Bog body

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Bog bodies, which are also known as bog people, are the naturally preserved human corpses found in the sphagnum bogs in Northern Europe. Unlike most ancient human remains, bog bodies have retained their skin and internal organs due to the unusual conditions of the surrounding area. These conditions include highly acidic water, low temperature, and a lack of oxygen, combining to preserve but severely tan their skin. Despite the fact that their skin is preserved, their bones are generally not, as the acid in the peat dissolves the calcium phosphate of bone.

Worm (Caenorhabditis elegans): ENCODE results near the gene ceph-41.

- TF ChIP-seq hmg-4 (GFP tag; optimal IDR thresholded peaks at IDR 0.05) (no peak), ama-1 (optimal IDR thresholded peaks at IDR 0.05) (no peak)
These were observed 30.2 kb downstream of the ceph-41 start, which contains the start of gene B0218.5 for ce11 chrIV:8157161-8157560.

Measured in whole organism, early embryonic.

The German scientist Dr Alfred Dieck catalogued the known existence of over 1,850 northern European bog bodies in 1965,[1][2][3] but according to the actual state of scientific research many of these can not be verified by documents or archaeological finds.[4] Most, although not all, of these bodies have been dated to the Iron Age, and many of them show signs of having been killed and deposited in a very similar manner, indicating some sort of ritual element, which many archaeologists believe show that these were the victims of human sacrifice in Iron Age Germanic paganism. Some of the most notable examples of bog bodies include Tollund Man and Grauballe Man from Denmark and Lindow Man from England.


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